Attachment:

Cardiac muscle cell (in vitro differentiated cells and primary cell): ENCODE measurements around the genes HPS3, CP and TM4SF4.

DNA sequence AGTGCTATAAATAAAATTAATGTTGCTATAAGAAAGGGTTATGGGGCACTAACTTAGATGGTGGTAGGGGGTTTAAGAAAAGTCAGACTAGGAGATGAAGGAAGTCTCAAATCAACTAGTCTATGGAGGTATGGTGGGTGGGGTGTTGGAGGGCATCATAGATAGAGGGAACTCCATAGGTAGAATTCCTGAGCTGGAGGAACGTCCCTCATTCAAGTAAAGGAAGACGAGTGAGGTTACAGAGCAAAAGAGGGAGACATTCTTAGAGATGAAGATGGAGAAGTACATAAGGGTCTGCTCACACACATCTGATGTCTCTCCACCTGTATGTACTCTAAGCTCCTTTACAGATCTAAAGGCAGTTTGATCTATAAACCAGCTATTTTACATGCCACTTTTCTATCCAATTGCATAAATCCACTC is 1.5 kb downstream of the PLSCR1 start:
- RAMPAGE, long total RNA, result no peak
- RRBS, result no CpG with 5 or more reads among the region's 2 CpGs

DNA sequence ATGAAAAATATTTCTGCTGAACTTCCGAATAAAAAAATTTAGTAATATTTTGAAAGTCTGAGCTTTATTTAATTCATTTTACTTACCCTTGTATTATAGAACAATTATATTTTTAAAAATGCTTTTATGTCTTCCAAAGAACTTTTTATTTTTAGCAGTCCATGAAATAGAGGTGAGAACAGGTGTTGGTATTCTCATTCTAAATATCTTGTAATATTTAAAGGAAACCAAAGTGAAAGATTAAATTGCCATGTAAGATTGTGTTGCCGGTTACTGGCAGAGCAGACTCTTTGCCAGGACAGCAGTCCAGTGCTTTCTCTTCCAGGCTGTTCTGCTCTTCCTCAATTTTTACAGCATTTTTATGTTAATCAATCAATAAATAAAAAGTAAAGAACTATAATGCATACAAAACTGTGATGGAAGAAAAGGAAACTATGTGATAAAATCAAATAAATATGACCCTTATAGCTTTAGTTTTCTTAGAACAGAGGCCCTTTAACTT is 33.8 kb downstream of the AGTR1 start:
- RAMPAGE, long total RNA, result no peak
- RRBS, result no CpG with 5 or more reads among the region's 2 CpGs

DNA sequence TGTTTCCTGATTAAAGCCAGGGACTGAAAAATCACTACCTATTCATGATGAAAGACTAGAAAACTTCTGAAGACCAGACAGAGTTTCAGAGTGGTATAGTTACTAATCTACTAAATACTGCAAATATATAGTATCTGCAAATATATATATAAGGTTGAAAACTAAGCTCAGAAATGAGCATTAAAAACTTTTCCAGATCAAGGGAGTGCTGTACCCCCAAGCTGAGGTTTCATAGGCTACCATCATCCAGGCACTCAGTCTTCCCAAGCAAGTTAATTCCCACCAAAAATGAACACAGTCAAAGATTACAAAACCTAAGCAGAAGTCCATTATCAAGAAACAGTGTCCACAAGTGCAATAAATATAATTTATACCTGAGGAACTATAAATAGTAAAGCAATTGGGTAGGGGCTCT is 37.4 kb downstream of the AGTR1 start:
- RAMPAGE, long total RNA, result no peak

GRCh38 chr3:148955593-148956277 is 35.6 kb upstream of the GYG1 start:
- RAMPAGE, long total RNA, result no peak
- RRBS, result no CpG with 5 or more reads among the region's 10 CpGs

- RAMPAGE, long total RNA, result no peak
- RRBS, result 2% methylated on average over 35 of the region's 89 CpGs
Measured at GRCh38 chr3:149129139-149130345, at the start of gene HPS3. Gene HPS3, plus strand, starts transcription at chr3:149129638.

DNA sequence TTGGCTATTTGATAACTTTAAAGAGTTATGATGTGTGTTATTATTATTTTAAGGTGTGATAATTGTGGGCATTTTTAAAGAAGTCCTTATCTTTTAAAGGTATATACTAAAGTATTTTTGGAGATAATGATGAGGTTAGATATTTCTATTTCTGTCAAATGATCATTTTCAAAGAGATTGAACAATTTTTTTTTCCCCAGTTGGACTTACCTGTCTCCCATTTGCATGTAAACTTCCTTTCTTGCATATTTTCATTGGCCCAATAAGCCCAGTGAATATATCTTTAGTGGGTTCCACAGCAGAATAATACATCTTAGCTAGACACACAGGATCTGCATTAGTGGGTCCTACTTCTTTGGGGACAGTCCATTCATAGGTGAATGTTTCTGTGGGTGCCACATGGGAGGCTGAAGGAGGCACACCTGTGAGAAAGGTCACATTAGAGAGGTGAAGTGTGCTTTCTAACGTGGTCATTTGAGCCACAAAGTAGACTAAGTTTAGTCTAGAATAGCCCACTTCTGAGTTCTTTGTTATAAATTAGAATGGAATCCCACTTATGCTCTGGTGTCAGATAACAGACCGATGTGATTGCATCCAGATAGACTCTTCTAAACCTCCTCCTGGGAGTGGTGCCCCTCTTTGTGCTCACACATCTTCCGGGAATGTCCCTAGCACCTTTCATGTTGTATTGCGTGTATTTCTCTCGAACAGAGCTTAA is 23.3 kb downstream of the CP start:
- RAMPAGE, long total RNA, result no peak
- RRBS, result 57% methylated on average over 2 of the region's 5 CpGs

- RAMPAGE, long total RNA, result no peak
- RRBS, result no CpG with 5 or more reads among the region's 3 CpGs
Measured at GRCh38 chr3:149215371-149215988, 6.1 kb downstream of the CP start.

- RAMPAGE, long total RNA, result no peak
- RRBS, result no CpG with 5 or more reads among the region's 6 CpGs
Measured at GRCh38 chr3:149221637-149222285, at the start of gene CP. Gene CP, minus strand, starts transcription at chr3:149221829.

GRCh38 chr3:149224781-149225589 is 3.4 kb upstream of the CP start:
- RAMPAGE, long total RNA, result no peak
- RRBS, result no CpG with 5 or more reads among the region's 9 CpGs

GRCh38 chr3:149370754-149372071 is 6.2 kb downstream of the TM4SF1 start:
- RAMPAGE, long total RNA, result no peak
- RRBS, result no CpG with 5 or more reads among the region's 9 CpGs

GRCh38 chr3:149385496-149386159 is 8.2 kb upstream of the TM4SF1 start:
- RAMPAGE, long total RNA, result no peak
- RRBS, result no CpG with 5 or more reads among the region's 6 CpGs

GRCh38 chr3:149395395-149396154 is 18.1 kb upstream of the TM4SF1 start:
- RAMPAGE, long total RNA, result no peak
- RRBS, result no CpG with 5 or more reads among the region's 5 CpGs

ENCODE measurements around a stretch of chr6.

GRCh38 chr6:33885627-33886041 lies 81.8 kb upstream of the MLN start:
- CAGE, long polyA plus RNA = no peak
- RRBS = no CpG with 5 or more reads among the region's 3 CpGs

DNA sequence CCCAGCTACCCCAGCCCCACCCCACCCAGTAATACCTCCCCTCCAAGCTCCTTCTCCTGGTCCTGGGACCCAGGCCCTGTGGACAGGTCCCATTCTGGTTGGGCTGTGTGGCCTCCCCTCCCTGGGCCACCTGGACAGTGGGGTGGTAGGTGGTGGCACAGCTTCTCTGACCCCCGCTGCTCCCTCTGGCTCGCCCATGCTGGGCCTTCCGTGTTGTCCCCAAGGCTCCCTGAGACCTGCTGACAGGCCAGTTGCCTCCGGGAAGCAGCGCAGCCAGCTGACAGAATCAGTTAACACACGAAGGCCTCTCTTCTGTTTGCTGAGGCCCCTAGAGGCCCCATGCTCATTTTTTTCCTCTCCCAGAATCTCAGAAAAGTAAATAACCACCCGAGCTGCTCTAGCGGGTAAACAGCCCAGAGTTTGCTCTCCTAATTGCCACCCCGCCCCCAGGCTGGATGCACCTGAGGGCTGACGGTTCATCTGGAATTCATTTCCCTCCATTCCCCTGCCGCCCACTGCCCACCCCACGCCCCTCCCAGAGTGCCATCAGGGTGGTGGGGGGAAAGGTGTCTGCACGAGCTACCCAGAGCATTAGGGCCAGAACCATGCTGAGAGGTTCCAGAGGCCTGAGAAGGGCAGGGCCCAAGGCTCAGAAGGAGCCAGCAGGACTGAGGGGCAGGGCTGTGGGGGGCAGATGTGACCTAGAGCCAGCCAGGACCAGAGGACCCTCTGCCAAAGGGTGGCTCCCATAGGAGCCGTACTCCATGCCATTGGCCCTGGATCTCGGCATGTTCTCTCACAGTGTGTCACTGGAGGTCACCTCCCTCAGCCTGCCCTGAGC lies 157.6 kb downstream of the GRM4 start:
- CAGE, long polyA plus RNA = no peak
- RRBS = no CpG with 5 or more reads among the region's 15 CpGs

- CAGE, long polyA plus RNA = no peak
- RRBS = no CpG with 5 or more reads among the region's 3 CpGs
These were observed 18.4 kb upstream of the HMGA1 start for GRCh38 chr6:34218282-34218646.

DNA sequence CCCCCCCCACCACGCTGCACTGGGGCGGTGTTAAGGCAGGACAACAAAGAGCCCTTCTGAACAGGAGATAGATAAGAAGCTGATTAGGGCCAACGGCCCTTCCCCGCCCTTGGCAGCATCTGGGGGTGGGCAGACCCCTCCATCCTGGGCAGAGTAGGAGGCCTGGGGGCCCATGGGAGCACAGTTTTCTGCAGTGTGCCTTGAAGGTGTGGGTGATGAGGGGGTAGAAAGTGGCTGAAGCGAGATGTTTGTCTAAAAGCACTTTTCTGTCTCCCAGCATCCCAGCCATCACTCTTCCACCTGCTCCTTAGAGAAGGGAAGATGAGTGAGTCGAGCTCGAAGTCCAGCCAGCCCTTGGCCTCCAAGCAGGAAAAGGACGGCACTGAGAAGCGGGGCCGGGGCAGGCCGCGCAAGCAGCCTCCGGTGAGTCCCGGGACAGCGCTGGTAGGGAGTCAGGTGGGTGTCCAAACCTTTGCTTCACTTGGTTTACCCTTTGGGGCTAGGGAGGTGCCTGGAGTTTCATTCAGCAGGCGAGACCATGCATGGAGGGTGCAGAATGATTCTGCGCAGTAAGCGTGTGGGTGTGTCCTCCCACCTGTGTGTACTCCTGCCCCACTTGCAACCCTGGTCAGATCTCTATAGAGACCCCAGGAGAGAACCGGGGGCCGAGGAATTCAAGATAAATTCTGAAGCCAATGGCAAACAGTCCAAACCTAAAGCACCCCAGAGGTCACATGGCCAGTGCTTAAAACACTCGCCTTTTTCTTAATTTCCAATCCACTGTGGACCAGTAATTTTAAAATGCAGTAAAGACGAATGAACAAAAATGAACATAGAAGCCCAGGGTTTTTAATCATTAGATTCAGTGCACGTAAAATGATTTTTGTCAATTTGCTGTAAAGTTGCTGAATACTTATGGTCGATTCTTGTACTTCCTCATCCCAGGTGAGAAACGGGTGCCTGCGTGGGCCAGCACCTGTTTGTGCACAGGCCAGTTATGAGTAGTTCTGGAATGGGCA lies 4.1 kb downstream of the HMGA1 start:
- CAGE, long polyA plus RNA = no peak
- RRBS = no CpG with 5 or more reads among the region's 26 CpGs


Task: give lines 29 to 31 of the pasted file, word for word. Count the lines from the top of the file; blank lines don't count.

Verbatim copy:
- RAMPAGE, long total RNA, result no peak
- RRBS, result no CpG with 5 or more reads among the region's 9 CpGs

GRCh38 chr3:149385496-149386159 is 8.2 kb upstream of the TM4SF1 start: